• Radical Transparency –The job description would be up front about everything including benefits, leave policies, staff makeup (who’s there already), who will be interviewing them, what phase or stage is the business at (Are they in a growth stage? What does this mean?), are they looking for a creative to drive innovation or for someone to be sure they are compliant? Our books are open to you.
  • There would be links embedded in the job description allowing candidates to launch short videos with details for each area of the job and the company.
  • Consider innovative policies like “unlimited leave” to customize the work to prioritize the needs of the candidate.

What does good look like in terms of running ads and letting people know about the job?

  • Be aware of all the platforms that we can use to reach candidates and develop an awareness of the different audiences they attract. Identify which platforms are most like attract the people with the experience and values that we are looking for. Remain as inclusive as possible without overwhelming our resources or creating hype ads or clickbait.
  • Go beyond being welcoming, be encouraging.
  • Pass it on. Be sure whatever messages we send include a request to share this information with others that they feel may be a good match for the job.
  • What would it take for people to find us by using search (AI)? What are the important keywords to get noticed? What is in the message that would make them want to find out more about Creating the Future?
  • What would it take for our values to guide us in making these decisions? There would be a space on our website that explains in one place what is in store for the next three years and why we are looking at staffing the way we are.
  • We recognize that Catalytic Thinking does not play well in the AI Search space and that challenge needs to be included in how we approach finding people.
  • Word of Mouth may be the best approach to finding the right candidates. Do we already know some talented people who may be a great fit for what we are trying to do? We want to be authentic and inviting to the right candidates for the job.
  • Frequently organizations over hire. We need to look for people with the skills and values we want and who can grow as we go forward without being bored or overwhelmed. They may not always be the most qualified person that applies for the position, but the position fits them well today and going forward. We need to be brutally honest about salary, growth, raises, and where the job may be in three years. We want to find people who align with our values.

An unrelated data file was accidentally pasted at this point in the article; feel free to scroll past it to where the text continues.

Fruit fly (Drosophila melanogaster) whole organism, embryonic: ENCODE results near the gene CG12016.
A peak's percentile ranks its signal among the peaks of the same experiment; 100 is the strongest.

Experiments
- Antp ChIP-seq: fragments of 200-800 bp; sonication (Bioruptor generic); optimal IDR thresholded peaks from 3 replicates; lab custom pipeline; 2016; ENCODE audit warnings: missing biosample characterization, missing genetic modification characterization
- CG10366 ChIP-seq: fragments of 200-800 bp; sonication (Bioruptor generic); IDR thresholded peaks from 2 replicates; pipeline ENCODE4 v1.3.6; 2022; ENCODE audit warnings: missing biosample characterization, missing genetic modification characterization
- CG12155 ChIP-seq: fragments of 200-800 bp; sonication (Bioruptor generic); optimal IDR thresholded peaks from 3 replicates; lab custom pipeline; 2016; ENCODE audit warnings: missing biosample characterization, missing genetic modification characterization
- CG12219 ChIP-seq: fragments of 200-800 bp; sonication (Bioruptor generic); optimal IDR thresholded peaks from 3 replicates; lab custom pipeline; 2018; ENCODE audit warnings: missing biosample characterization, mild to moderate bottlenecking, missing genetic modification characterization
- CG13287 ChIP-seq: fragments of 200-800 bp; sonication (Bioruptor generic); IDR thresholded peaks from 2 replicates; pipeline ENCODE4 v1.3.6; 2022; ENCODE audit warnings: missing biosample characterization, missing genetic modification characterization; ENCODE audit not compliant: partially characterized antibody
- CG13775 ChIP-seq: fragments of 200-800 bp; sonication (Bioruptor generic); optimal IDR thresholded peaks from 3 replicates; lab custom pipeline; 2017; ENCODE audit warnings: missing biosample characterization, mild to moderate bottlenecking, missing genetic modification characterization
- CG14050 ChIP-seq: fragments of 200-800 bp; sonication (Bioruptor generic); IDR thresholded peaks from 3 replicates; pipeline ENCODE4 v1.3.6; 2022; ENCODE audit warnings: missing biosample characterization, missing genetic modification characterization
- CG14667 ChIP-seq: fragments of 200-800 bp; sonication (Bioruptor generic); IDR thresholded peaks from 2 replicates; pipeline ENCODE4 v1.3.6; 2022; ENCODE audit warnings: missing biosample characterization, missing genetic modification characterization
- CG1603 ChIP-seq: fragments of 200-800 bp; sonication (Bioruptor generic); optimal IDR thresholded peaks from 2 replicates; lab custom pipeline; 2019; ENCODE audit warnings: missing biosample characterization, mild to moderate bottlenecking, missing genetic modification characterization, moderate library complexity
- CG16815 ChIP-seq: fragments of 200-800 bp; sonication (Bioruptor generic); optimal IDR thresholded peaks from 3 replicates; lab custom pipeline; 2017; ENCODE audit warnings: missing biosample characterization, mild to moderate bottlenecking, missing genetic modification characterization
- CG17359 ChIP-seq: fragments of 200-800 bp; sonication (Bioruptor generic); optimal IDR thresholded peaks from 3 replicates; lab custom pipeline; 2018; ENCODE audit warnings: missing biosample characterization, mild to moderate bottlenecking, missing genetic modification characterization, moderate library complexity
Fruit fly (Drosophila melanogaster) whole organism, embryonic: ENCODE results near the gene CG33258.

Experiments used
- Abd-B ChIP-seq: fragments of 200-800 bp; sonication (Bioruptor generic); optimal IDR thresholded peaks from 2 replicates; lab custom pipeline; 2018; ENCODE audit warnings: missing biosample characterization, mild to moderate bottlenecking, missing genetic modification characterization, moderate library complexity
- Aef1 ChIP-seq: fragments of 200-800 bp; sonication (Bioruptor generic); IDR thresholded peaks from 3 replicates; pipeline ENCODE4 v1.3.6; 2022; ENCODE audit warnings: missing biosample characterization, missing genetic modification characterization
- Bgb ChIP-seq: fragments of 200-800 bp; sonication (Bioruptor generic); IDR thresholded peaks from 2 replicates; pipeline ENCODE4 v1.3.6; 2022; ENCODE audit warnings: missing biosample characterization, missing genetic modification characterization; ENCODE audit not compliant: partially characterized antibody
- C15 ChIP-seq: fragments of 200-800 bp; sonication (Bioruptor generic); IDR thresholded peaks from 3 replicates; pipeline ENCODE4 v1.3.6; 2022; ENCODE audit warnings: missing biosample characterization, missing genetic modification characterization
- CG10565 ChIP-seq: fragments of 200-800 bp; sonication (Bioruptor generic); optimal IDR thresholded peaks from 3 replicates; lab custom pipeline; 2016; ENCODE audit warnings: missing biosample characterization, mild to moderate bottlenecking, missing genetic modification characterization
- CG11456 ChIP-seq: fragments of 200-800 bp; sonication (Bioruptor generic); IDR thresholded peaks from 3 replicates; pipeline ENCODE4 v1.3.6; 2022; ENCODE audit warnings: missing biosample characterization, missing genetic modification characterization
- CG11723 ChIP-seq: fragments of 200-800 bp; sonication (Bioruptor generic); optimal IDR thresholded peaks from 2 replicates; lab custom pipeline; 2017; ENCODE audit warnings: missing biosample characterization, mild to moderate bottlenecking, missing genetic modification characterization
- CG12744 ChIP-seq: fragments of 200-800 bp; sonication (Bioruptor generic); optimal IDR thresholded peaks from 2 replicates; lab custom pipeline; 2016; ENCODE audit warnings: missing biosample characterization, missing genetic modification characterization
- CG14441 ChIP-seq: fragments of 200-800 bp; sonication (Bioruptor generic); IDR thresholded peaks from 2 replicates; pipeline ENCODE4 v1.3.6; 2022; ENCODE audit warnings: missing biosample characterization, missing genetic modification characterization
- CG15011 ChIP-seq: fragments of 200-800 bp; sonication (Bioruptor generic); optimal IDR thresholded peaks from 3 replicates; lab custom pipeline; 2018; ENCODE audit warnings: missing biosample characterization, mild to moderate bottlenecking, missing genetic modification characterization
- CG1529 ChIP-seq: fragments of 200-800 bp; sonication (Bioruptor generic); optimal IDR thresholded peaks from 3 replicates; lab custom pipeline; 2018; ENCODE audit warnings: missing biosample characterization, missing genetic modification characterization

• Allow people to choose the right opportunity for them and give them a chance even if they are not perfect. Look for people who think they can help us, and they feel they can learn and grow in the process. People wouldn’t feel they have to stay when they are ready to leave. There are a lot of talented people out there!
  • We want to attract amazing humans. We need to be intentional in looking for diverse candidates. There is no ubiquitous group based on race, gender, etc. so we need to look for the right person for the job not just someone who helps us check off a box. Our message would explicitly reflect that we want to collaborate with people from underserved communities, women, LGBTQ+, and people of color. This intentionality may not stop others from applying but rather may help us attract people who are looking to be part of a more diverse work environment.

Reflections: What is standing out to you from our conversation today?

  • What shows respect? Be transparent. Use our strengths. (Angie)
  • Put people at the center of the process. We are human beings. (Karl)
  • Fearless Integrity, holding values so strongly, prioritizing people, strengths. Humanity, Dignity, and Respect in a Radical and Revolutionary Way. Carry these principles forward in all our work (Chantene)
  • Integrity is self-evident in our discussions. “Have a Gracious Intolerance for Values Misalignment”. What do aligned systems look like? Demonstration of how the organization practices its values. Transparency in allowing reflection. (Justin)
  • How much of a burden COVID puts on process and how much needs to change. What would it take to create a stage where people can shine and where they can feel that they matter and that they are cared for? What is it that I want to do with my life? It is not just about work. (Beatriz)
  • Two metaphors: 1) It’s Hard or it’s Not! (Hildy) Do these actions! 2) We’re stuck in the Goo but… There is a hand reaching in (each other) …To pull us out (each other)! (Dimitri)
  • People need to do work that they like – make it human centered. We do work because we are here, not we are here because of the job. Keep focused on the Why behind the work. It is important to have fun while you are doing the work. (John)
  • If we are not laughing we are not doing it right! We need to FUG it up (Fun, Upbeat and Goofy)! (Dimitri)
  • Hopeful! We’ve made the legal minimum the standard versus understanding what it takes to actually be creating good!

This conversation will continue at our next meeting, April 8th at 10am PT / 1pm ET. We hope you will join us, because this is one of the most important discussions any employer can have.


Leave a Comment

This site uses Akismet to reduce spam. Learn how your comment data is processed.